Even though the pattern that emerges from this ranking of heroic and evil historical figures is interesting, it doesn’t tell us yet if people from different cultural regions really agree on the way that these figures are evaluated. The authors therefore went one step further and assessed the extent to which people from different cultural backgrounds agreed or disagreed in their perceptions. The 37 countries were clustered into four cultural regions for this reason: a Catholic-Orthodox (or traditionally Christian) region (Argentina, Brazil, Bulgaria, Colombia, Hungary, Mexico, Peru, Portugal, Russia, Spain), a mainly Western region (Australia, Austria, Belgium, Canada, Fiji, Germany, Italy, Netherlands, New Zealand, Norway, Philippines, Switzerland, UK, USA), a Muslim region  (Indonesia, Malaysia, Pakistan, Tunisia), and an Asian region (China, Hong Kong, India, Japan, Singapore, South Korea, Taiwan).

Interestingly, more cultural variation was found for the evaluation of the ‘bad guys’ Saddam Hussein, Osama bin Laden and Sun Yatsen. The figures who received the highest rates of agreement were the Qin Emperor, who was rated rather neutrally in all countries, as well as Isaac Newton and Albert Einstein. This tells us that Albert Einstein was positively evaluated in all cultural regions, but Osama bin Laden draws different evaluations from Muslim and non-Muslim countries. Overall, there was more agreement for the positively evaluated figures such as Buddha, Newton, Einstein, Mother Theresa and Mandela. Even though also positively evaluated, there was less consensus about Edison, Gandhi, Jesus Christ, Martin Luther King and Lincoln. Scientists thus seem to be most consensually agreed-upon ‘heroes’ across cultures, together with religious and humanitarian figures that are associated with bringing peace. The world however has more divergent opinions about who is to be perceived as a true ‘villain’.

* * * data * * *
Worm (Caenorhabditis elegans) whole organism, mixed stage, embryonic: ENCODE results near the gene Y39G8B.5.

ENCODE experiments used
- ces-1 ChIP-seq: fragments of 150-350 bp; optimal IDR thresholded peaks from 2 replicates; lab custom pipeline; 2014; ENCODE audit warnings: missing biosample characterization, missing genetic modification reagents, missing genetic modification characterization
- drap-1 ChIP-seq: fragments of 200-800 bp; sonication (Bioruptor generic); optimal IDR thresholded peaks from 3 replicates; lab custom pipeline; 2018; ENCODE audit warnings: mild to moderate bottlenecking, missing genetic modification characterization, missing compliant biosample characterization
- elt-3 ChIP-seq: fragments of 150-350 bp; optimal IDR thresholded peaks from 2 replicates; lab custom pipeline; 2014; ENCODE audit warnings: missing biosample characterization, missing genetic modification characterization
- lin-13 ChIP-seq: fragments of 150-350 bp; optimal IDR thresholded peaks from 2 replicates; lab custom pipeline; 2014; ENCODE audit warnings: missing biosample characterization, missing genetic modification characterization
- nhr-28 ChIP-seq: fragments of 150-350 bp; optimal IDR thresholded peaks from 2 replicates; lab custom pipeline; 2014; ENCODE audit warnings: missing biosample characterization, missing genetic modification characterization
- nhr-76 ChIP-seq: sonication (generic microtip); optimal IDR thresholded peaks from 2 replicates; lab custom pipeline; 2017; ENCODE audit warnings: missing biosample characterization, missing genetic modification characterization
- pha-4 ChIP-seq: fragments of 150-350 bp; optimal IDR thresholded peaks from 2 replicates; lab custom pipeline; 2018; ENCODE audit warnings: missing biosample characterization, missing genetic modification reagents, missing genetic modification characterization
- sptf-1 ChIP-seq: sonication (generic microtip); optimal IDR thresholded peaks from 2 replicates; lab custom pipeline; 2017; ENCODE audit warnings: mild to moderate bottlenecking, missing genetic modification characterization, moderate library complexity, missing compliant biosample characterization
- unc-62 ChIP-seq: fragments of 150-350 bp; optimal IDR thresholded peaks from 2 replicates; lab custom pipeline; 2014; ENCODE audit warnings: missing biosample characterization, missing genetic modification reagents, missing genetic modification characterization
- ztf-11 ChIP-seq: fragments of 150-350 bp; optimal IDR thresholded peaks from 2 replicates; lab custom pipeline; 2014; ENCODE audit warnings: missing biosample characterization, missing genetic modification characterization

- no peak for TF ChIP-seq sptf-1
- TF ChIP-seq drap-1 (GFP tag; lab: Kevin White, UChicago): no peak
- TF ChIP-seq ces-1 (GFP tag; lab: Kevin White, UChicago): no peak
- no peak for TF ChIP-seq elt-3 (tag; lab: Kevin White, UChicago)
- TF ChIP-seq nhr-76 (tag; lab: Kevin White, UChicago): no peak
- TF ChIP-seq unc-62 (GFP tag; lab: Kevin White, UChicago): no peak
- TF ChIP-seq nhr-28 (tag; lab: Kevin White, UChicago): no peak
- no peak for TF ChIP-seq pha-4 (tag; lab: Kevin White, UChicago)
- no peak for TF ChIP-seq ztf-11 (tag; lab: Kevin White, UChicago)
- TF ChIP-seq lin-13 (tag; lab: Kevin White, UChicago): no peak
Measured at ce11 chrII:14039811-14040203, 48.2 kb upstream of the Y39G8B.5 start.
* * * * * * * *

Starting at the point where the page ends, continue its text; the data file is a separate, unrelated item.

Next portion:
In times in which the world is connected economically, politically and climatically, should we be concerned about the fact that there is controversy over the evaluations of Osama bin Laden and Saddam Hussein? I’d personally prefer to think that the fact that we share a positive evaluation of scientific advancement and a rise of human rights, as indicated by the most positive evaluation of Einstein and Mother Theresa is great news.  


Hanke K, Liu JH, Sibley CG, Paez D, Gaines SO Jr, et al. (2015) “Heroes” and “Villains” of World History across Cultures. PLoS ONE 10(2): e0115641. doi:10.1371/journal.pone.0115641

Henrich J, Heine SJ, Norenzayan A (2010). The weirdest people in the world? Behavioral and Brain Sciences 33: 61–135. doi: 10.1017/S0140525X0999152X. pmid:20550733

Liu JH, Goldstein-Hawes R, Hilton DJ, Huang LL, Gastardo-Conaco C, Dresler-Hawke E, et al. (2005) Social representations of events and people in world history across twelve cultures. Journal of Cross-Cultural Psychology 36: 171–191. doi: 10.1177/0022022104272900

Liu JH, Páez D, Slawuta P, Cabecinhas R, Techio E, et al. (2009) Representing world history in the 21st century: The impact of 9–11, the Iraq War, and the nation-state on the dynamics of collective remembering. Journal of Cross-Cultural Psychology 40: 667–692. doi: 10.1177/0022022109335557